posted by 99percentfake at 9:36 PM on March 21, 2014 [1 favorite]

If you are super worried about it, then let your parents know you won't be inviting him and bear the strained relationship. If it would be too awkward to use their money for the wedding, then maybe find some way to pinch a little and return their money, and they should no longer have any say in who you invite.

If you decide you want to take a chance on having your brother there (and keep the wedding money and relationship with your parents), I'd say to hire at least one security person, maybe two, to keep an eye especially on him. I think you can tell your parents, "I really hope that brother will not cause any disruptions at the wedding, since I love him and would like him to be there, but if there are any issues, I will have to let security handle it if you cannot get him under control."

And this might be a stupid idea, but tell the bartenders to water down all his drinks? Or give every guest a set number of drink passes, and they have to present that to the bartender to get a drink. So that he can only get 5 drinks that night as opposed to 20.
posted by madonna of the unloved at 9:36 PM on March 21, 2014

If he's already invited, I think you need to level with him in a non-confrontational way. Tell him you love him, you really want to see him there, but you know he's been dealing with staying sober lately so you want to encourage him to keep up at it because you don't want to have to worry about his drinking on a day that is supposed to be your special day. You can deliver the ultimatum that if his alcoholism isn't under control, you won't have him at the wedding, for both of your sakes. I don't know if that would send him over the edge or not, but if your brother can't show you he loves you enough to at least try his best to be altogether on your wedding day, how can you feel OK with inviting him? The ball is in his court.

I do think the advice to separate the wedding from the reception is actually a good idea, if you can still do that.
posted by AppleTurnover at 10:50 PM on March 21, 2014

When do I put my foot down?

Right this instant is when.

Your brother will not attend either the wedding or the reception. This is not a request. This is not negotiable.

There won't be any babysitting by the groomsmen or the bartenders or anyone else because your alcoholic brother and his disruptive behavior is not their problem.
He's not your problem, either. You're the bride. This is your day. You may have 99 issues on your list but destructive drinky bro isn't one of them.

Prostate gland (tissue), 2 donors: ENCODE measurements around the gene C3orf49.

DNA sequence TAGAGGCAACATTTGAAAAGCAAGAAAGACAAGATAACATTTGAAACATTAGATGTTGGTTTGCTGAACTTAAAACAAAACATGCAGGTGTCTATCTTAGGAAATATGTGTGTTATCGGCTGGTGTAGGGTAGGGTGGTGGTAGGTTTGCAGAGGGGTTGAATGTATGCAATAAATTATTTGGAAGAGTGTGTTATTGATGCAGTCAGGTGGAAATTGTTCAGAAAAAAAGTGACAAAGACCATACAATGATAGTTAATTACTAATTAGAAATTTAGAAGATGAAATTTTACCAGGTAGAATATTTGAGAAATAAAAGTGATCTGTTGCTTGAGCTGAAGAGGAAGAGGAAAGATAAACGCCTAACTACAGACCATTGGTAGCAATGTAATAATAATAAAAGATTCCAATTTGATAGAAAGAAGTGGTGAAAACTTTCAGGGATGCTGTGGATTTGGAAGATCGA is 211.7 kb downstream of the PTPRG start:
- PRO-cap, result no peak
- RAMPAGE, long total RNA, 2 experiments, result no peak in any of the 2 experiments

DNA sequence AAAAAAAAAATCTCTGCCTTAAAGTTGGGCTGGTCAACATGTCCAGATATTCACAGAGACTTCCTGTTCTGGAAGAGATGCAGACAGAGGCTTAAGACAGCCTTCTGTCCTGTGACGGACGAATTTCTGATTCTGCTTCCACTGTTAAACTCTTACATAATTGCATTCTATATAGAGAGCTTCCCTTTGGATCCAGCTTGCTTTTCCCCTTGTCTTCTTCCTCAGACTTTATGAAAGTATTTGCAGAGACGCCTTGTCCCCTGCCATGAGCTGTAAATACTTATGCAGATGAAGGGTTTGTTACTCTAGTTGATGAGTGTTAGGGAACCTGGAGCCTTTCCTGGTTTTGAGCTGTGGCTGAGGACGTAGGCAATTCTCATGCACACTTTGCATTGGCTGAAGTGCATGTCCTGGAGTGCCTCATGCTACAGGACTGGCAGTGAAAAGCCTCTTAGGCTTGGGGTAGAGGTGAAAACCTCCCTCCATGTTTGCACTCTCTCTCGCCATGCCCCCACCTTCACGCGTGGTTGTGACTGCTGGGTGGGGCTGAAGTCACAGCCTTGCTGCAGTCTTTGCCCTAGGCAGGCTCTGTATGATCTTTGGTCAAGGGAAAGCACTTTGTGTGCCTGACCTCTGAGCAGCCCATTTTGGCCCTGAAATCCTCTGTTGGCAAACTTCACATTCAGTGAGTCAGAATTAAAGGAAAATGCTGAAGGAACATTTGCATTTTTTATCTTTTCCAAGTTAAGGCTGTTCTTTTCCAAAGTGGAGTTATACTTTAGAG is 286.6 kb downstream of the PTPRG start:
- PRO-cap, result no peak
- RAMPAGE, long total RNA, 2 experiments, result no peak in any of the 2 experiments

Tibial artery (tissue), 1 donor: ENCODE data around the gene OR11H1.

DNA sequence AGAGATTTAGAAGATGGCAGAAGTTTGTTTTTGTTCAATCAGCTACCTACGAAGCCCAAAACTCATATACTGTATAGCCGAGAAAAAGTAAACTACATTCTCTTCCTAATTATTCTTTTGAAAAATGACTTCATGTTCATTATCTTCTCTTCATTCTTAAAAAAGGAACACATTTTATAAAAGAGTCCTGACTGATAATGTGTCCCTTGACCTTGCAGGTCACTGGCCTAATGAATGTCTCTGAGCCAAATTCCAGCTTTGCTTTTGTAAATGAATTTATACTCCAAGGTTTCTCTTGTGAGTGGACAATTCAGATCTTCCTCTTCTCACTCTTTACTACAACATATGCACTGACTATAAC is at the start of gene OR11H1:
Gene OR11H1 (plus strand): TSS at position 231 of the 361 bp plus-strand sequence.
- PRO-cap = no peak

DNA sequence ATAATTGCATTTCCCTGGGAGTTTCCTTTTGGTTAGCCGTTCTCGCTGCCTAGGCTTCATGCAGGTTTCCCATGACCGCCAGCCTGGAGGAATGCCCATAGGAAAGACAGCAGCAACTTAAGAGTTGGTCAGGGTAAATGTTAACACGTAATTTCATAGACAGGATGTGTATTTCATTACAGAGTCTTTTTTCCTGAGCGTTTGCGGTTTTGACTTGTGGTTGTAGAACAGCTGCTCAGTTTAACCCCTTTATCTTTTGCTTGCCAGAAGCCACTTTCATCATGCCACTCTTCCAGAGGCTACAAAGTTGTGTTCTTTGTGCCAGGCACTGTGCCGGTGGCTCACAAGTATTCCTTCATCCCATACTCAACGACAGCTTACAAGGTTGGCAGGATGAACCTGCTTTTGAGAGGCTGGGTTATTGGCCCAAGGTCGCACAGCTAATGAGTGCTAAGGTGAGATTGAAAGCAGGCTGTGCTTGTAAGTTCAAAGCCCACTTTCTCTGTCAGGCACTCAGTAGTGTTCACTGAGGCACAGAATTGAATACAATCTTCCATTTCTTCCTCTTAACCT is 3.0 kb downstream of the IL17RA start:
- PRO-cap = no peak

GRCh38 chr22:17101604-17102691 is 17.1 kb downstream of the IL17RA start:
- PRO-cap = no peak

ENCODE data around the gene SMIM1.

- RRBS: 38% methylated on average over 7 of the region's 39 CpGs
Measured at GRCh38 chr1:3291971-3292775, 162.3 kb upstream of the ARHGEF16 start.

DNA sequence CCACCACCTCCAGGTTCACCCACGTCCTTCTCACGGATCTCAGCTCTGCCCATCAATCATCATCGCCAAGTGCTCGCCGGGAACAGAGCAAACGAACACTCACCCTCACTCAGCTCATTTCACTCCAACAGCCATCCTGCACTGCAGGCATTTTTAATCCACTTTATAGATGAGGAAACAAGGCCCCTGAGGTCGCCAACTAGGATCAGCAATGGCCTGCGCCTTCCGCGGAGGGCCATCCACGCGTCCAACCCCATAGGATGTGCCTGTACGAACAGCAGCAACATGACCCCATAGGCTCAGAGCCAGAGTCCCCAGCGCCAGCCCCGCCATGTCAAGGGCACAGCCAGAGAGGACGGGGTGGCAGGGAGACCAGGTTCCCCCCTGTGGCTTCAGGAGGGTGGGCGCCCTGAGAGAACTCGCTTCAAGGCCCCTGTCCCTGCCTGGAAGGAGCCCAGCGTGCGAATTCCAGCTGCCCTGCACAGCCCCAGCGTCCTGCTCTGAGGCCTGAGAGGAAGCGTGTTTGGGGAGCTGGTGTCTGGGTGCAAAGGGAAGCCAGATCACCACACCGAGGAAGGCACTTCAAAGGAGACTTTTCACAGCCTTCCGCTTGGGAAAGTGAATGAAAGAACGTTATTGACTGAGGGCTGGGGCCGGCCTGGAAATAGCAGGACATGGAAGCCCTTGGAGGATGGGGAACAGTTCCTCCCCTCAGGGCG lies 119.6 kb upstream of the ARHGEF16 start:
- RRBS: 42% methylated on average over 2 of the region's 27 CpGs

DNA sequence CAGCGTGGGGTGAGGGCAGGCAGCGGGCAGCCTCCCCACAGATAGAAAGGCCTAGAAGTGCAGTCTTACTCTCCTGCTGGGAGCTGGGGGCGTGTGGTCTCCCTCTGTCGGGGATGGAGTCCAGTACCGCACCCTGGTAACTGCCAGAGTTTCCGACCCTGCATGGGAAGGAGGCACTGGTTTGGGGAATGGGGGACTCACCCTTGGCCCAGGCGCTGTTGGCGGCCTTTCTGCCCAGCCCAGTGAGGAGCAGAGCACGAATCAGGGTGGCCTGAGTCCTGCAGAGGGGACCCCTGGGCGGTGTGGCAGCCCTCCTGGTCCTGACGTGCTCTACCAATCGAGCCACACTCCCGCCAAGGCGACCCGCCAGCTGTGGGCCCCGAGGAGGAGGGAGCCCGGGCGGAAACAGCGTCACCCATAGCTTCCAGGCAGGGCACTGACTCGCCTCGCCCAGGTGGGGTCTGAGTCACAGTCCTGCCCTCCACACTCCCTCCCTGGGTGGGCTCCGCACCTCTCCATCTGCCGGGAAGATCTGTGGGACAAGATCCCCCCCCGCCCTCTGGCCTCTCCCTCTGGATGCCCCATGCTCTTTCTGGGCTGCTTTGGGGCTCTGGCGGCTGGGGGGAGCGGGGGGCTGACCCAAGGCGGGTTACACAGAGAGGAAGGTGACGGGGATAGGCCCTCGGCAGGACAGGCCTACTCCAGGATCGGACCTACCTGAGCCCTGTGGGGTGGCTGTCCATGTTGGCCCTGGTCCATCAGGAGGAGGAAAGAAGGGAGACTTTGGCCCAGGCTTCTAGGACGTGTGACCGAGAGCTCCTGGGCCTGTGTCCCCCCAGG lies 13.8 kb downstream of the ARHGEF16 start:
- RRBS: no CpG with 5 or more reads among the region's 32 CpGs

You will instruct Mom & Dad that your brother will not attend either the wedding or the reception. He will not by his presence or actions be allowed to disrupt your wedding.
They are his parents and they have chosen to shelter him and enable his addictions. Your brother is their problem and they will deal with him.
You bet someone will babysit your brother - at a remote location where he is denied the opportunity to cause any trouble.

The father of the bride pays for the wedding. Your father will also ensure that his troubled son is not allowed to spoil his daughter's wedding day.
posted by Pudhoho at 11:13 PM on March 21, 2014 [4 favorites]

I'm about the same age as your brother and although I got clean from the coke and pills over 12 years ago (and even that took a prison sentence to accomplish), I still go back and forth in my ongoing battle with alcohol.

Do not invite this man to an open-bar reception if his drinking is to the point of stealing and all that.

Either he's not ready to stop- which means he will get out of control drunk and do a lot of stuff you don't like; or he's thinking about stopping but now all of a sudden he's in the middle of the biggest most magical get-together your family is likely ever to have done... and there is an ocean of free alcohol.

Ask yourself: what is the best possible outcome here? An argument with a bartender who tells him no? An argument with whoever is babysitting him? What's the worst possible outcome- even without considering him drinking from a flask in his sock or in the car?

It's your wedding. When he gets sober for real he will understand why he couldn't be at the reception, and probably thank you for not inviting him. In the meantime he might get mad but so what.